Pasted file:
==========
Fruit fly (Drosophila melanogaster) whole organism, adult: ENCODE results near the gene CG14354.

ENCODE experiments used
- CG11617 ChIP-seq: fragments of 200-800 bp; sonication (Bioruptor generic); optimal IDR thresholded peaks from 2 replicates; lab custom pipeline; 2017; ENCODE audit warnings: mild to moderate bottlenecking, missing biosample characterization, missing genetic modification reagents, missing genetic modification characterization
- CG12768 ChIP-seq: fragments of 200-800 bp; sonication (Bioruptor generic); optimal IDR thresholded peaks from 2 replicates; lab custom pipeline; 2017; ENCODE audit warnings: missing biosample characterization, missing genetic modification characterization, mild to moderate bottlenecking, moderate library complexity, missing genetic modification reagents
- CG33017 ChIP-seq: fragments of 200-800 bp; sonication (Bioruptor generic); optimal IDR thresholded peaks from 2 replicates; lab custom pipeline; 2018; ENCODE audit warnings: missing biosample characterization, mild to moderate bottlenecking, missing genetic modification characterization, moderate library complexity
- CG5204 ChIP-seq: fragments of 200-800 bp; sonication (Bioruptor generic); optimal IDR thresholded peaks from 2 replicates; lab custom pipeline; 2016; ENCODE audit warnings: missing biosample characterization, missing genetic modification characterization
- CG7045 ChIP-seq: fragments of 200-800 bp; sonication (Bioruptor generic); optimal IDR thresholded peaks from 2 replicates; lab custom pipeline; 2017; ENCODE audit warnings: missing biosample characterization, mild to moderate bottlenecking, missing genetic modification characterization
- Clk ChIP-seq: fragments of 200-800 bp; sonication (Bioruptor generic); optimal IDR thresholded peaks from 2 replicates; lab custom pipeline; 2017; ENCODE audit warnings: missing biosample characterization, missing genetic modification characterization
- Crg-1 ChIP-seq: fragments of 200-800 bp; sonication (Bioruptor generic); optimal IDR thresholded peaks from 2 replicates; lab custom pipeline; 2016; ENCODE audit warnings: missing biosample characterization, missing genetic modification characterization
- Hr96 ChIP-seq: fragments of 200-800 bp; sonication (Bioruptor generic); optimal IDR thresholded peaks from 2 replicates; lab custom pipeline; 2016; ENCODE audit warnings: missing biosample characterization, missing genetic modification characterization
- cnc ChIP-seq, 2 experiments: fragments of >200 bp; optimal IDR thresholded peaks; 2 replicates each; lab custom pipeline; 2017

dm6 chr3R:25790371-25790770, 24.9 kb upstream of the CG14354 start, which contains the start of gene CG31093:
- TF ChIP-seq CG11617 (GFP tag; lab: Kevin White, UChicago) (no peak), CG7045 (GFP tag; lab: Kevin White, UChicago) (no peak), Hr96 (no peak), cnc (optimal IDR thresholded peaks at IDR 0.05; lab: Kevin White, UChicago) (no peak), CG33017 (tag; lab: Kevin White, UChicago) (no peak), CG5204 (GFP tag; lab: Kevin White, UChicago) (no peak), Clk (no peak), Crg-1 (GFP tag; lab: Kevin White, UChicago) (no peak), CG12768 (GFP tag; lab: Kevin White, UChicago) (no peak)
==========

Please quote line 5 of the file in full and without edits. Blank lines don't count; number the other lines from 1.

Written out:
- CG33017 ChIP-seq: fragments of 200-800 bp; sonication (Bioruptor generic); optimal IDR thresholded peaks from 2 replicates; lab custom pipeline; 2018; ENCODE audit warnings: missing biosample characterization, mild to moderate bottlenecking, missing genetic modification characterization, moderate library complexity